Earlier this week I wrote a post that was a bit dark and depressing. I didn’t post it, because whenever I write those posts I like to sit on them for a few days before sharing with the internet. The gist of the post was that I was feeling like a failure as an adult. Once again I had been subjected to the opinion of someone who doesn’t understand my job. The idea that because I teach preschool, I don’t really teach, makes me crazy. Part of what I originally wrote was…
“In college, I was idealistic. I was convinced that I was going to become this fantastic teacher and I was going to inspire the next generations to pinnacles of success. I would arouse the interest of future history makers with my stories of the history makers of the past. I would never doubt the mark I was leaving on the future, because I would be able to see it in the eyes of my students.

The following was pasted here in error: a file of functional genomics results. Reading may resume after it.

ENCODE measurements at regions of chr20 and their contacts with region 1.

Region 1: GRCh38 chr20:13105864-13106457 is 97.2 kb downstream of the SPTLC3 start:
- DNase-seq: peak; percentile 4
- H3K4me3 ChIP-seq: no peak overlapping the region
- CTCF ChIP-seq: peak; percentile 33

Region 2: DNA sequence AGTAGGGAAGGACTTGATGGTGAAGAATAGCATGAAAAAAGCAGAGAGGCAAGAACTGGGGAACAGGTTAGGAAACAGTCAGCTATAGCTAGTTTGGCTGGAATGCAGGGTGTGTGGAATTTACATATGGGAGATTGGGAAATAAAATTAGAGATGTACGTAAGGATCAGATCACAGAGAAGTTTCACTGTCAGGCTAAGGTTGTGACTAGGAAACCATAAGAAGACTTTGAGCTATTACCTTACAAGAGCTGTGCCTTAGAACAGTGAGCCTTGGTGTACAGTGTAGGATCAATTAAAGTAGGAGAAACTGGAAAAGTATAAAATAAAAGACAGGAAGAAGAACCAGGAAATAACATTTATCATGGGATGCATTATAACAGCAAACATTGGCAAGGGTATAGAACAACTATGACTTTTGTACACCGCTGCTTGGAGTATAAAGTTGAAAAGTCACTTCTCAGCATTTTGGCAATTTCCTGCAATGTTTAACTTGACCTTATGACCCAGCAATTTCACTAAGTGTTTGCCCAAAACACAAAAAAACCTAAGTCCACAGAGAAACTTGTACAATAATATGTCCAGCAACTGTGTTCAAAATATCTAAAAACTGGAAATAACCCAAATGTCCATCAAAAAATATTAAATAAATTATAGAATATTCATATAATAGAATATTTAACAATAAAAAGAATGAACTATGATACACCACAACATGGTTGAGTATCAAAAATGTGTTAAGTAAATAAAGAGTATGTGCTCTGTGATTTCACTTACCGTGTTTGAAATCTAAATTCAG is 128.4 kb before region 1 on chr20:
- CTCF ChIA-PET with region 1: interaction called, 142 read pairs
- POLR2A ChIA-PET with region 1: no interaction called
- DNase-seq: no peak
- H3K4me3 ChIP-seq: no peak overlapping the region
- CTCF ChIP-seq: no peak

Instead, I teach skills so basic most people don’t even realize they’re learned behaviors. I teach children to use the toilet. I teach them to wash their hands, a skill most of them won’t even hold onto anyway, if restaurant behavior means anything. I teach them not to pick their noses, to use silverware instead of their hands at the table, when to yell and when to speak gently.”
Then I rambled morosely for several paragraphs before ending with a challenge to myself. “I just wrote an assessment of a three year-old I could have written about myself, ‘She knows her strengths, but avoids activities that challenge or will allow for growth’. I need to find a way to challenge myself.” All I really needed out of that post was the final line. I need to find a way to challenge myself.